The Saudis have done nothing like this, J. Farmer.
Like many people on the Left, you do not understand the reason why the US placed an embargo on Cuba. You have been offered "fake news" that you wanted to be real news, and you swallowed it whole.

Bad Lieutenant said...

I dunno J, not much seems to bother you. I guess he didn't do anything to you personally, so meh?

J. Farmer said...

@Terry:

Take a peak at the Cuban Democracy Act and tell me that's about oil refineries.

p.s. I'm not on the left

J. Farmer said...

@Bad Lieutenant:

What was Mao's record at the time of US opening? Good or bad policy?

Bad Lieutenant said...

Is cozying up to Cuba going to help us break the Soviet Union? Did we lose 50,000 men to Cuba while killing a million or so Cubans?

Like you say Cuba is a pimple, who cares if we normalize or not? Are we running out of American and friendly foreign beaches, alcohol, tobacco, mulatto whores?

Why bow to them? You see no advantage to being steadfast? Russia sees advantage in being steadfast. So do most nations.

We have the ability to do without them for a thousand years. Let's see if they have the ability to do without us for a thousand years. I admit we should have grasped the nettle firmly in 1961 but there you are.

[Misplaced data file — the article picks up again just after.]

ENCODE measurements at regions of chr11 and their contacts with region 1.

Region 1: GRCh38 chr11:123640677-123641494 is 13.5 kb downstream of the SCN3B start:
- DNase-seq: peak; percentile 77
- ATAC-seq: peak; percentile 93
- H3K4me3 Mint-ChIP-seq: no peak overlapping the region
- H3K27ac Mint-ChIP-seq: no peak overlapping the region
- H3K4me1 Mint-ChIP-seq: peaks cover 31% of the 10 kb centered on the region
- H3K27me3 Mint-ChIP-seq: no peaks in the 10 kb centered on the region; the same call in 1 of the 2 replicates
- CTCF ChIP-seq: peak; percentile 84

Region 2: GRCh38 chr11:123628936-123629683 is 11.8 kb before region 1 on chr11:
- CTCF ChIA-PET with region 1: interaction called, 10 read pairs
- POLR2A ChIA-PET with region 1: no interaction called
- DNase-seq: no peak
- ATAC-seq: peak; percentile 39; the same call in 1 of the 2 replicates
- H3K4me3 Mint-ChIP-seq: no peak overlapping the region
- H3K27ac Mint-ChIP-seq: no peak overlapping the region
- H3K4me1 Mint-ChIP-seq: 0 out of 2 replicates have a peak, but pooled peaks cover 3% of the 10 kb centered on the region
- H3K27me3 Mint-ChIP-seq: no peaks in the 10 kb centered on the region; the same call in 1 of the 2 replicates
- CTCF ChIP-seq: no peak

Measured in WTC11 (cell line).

Terry said...

Blogger J. Farmer said...
@Terry:

Take a peak at the Cuban Democracy Act and tell me that's about oil refineries.

The CDA was passed in 1992, thirty years after the Cuban embargo was imposed.
I am interested in history, not your speculation, J. Farmer.

Bad Lieutenant said...

Also, how do we like it now, having empowered China? Mixed, I'd say.

mockturtle said...

Taking the country back doesn't mean 'taking the country back in time. It means 'taking it back from those who have both stolen it and sold it out'.

Any enemy of the US is to be embraced by the Progressives. Because they see US as the enemy of the world. It's really that simple.

buwaya puti said...

"mulatto whores? "

There are quite a few Habaneras on this subject.
Havana had a reputation, even way back in the 19th century.

The best known probably - La Bella Lola

https://www.youtube.com/watch?v=zWla_OUjuzM

Cuando en la playa la bella Lola,
su larga cola luciendo va,
los marineros se vuelven locos,
y hasta el piloto pierde el compás.

Ay, qué placer sentía yo
cuando en la playa
sacó el pañuelo y me saludó.
Luego después se acercó a mí,
me dio un abrazo
y en aquel lazo creí morir.

The best approach to the matter of Cuba, I think, is the poetic.

rcocean said...

If you go back at look at the economic statistics you'll see Cuba Pre-Castro aka "Batista Cuba" was along with Argentina the richest country in the Western Hemisphere outside of the USA and Canada.

The literacy rate was 79%, so why Castro gets credit for "increasing literacy" is anyone's guess.

The New York Times never met a Communist thug it didn't like - whether its whitewashing Stalin and his crimes, cheerleadering for Mao, or mooning over Che and Castro. I find it disgusting, but evidently, Leftists don't mind concentration camps or dictators as long as they have free health care and attack Christianity.

J. Farmer said...

@Terry:

I'm not talking about what the policy should've been in 1963; I'm talking about what it should be now.